Christian and Nick Candy

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Christian and Nick Candy
Born Christian Peter Candy,
Nicholas Anthony Christopher Candy

(1974-07-31) 31 July 1974 (age 44),
(1973-01-23) 23 January 1973 (age 45)
Nationality British
Education Priory Preparatory School
Epsom College
Alma mater King's College London (Christian)
University of Reading (Nicholas)
Occupation Property developers
Spouse(s) Nick=
Holly Valance (m. 2012)
.
Christian=
Emily Crompton (m. 2010)
Children Christian=2
Parent(s) Anthony and Patricia Candy

Nicholas Anthony Christopher Candy (born 23 January 1973)[1][2] and Christian Peter Candy (born 31 July 1974)[3] are British luxury property developers. The brothers are partly of Greek Cypriot descent,[4] and were estimated to share a joint net worth of £1.5 billion in the Estates Gazette rich list 2010, placing them at position 52 in the list of the richest property developers in the United Kingdom.[5]

Early life[edit]

The brothers were educated at Priory Preparatory School and Epsom College[6] in Surrey. They grew up in Banstead, Surrey, where their father Anthony Candy ran an art studio and a media production company, and their Cypriot mother Patricia was a drama teacher.[7]

While Christian was later studying for a business management degree at King's College London, Nick graduated from University of Reading with a degree in Human Geography.[8]

Career[edit]

In 1995, they bought their first property, a one-bedroom flat in Redcliffe Square, Earl's Court, London. Using a £6,000 loan from their grandmother, the brothers renovated the £122,000 apartment while living in it. Eighteen months later they sold it for £172,000, making a £50,000 profit.[9]

In their spare time between 1995 and 1999, the brothers began renovating flats and working their way up the property ladder.[10] Eventually they were able to give up their day jobs where Nick worked in advertising for J. Walter Thompson and Christian for investment bank Merrill Lynch and established Candy & Candy in 1999, of which Nick is CEO.[11] Nicholas and Christian, who did collaborate on the prestigious One Hyde Park scheme in London, operate separate independent businesses and have done for a number of years. In June 2018, Candy & Candy was renamed Candy Property in order to reinforce Nick Candy’s sole ownership of the business and to align with his wider portfolio of companies[12]. In 2004, Christian established CPC Group in Guernsey, to specialise in high-end residential developments around the world. Some of their more high-profile developments, however, have been in London.[13][14][better source needed]

In 2016 and 2017 they were involved in high-profile litigation in the High Court in London which put their reputations on the line. Mark Holyoake claimed in the High Court action that the Candy Brothers had used threats against him and his family to extort total repayments of £37m against a £12m loan.[15] Although they were cleared of extortion, Mr Justice Nugee said in his judgment "the protagonists...have been willing to lie when they consider their commercial interests justify them doing so". Mr Justice Nugee went on to say "he had found none of Mr Holyoake’s claims to be true, and that there had been no undue duress, influence, intimidation or unlawful interference with economic interests.”[16][17] In June 2018, following another application by Mr. Holyoake, the Court of Appeal rejected Mark Holyoake’s bid challenging the high-profile high court ruling in December 2017 (above). Lord Justice David Richards concluded that Mr Holyoake’s arguments had “no real prospect of success” meaning Mr Justice Nugee’s original decision in 2017 was affirmed[18].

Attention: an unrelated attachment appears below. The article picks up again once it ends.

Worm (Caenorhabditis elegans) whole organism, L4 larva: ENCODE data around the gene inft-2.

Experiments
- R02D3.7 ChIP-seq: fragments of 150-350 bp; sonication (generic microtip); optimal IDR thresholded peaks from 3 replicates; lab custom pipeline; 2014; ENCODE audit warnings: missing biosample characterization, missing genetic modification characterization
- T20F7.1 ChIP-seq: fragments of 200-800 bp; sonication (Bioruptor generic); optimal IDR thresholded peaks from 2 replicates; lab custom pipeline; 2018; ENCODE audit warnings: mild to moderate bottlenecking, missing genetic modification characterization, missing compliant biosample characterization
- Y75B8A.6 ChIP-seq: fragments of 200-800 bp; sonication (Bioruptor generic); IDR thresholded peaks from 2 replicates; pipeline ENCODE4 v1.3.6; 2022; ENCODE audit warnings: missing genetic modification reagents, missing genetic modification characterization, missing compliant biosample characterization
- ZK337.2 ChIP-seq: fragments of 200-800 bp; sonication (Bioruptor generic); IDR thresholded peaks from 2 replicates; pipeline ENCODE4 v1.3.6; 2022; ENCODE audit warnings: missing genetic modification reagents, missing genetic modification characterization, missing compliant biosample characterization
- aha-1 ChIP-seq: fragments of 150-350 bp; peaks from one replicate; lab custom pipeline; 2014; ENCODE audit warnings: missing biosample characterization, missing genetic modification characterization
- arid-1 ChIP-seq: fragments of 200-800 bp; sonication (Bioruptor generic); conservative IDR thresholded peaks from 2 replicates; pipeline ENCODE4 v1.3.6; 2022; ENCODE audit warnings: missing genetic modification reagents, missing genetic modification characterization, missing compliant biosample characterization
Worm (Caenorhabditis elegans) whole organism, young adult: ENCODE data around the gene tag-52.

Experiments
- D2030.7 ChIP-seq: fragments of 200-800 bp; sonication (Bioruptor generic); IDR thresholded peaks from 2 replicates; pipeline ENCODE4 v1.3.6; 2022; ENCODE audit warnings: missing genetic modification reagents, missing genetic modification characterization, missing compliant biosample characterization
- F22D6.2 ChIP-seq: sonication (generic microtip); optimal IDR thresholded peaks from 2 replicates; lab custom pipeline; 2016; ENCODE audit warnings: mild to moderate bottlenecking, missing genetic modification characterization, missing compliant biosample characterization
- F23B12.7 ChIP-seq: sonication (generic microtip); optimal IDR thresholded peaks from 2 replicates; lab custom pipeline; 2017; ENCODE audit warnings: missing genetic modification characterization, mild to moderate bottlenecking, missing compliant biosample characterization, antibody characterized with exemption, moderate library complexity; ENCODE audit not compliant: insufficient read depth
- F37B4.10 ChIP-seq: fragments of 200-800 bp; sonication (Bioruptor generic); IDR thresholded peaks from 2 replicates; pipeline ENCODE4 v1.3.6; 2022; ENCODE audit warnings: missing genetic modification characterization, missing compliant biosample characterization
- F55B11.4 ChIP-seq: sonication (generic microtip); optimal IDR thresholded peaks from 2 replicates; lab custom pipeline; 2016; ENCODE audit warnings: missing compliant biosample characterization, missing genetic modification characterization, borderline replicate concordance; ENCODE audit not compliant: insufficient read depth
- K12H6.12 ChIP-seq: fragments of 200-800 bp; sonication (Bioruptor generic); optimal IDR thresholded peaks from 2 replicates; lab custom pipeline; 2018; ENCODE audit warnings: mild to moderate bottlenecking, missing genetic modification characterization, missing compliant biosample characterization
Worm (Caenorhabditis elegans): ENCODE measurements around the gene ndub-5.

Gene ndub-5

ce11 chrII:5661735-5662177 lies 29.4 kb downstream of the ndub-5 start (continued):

In recent years Nick Candy has diversified his interests outside of real estate and developed a portfolio of global investments (often in high tech, leading edge technology) through his private investment fund Candy Ventures[19]. Candy Ventures[20], alongside Qualcomm Ventures was reported to have led a $37 million funding round for leading augmented reality and computer vision company Blippar[21].

Notable development projects[edit]

One Hyde Park (2004)[edit]

In 2004, the brothers sought an investment partner to help them buy the site of Bowater House in Knightsbridge, with plans to demolish it and construct 86 luxury apartments.[22]

After setting up a joint venture with Waterknights – a private company owned by the Prime Minister of Qatar – they purchased the site from Land Securities in 2005 for £150m.[23]

They then hired the architect Richard Rogers to design the exterior, and used their own Candy & Candy to handle interior design. One Hyde Park: The Residences of Mandarin Oriental, London, was constructed in four years after obtaining planning permission in 2006, with the finished development housing three commercial units: Rolex, McLaren Automotive and Abu Dhabi Islamic Bank.[24][25] Despite its name, the building’s address is located at 68-114 Knightsbridge, London.[9]

The One Hyde Park development officially launched in January 2011[26] and had a profound effect on the global real estate market, breaking a number of industry records as the most expensive residential development in the world[27]. It was reported that the penthouse apartments alone fetched some of the highest prices on record[28].

In October 2018, it was reported that Nick Candy refinanced his penthouse at One Hyde Park with an £80 million mortgage from Credit Suisse in order to pursue rental opportunities[29]. The property is reportedly valued at £160 million.  

NoHo Square (2006)[edit]

In 2006, the site of the former Middlesex Hospital was purchased for £175m by Project Abbey (Guernsey) Holdings Ltd – an investment consortium which included Kaupthing Bank, the now defunct Icelandic bank, and was led by the Candy’s CPC Group.[30] In February 2007, the brothers applied to Westminster City Council for planning permission to redevelop the 1.2 hectare (3 acre) site into a mixed use development of several hundred new residential units and office space.[31][32] The plans were met with strong criticism from local residents over the Candy’s choice of NoHo Square as the name for the new development.[33]

Planning permission for NoHo Square was granted in November 2007; however, the completion of demolition of the hospital in 2008 coincided with the collapse of Kaupthing as a result of the 2007-2008 global financial crisis.[34] Kaupthing was the largest shareholder in the Guernsey-based consortium which bought the Middlesex site from University College Hospital in 2006, and with the bank in administration, the NoHo Square development stalled. As a result of CPC Group being partners with Kaupthing in another property development over in the US, the Candy brothers were able to transfer their equity stake in NoHo Square to the bank and in exchange take full control of the US development.[30][35]

Chelsea Barracks (2007)[edit]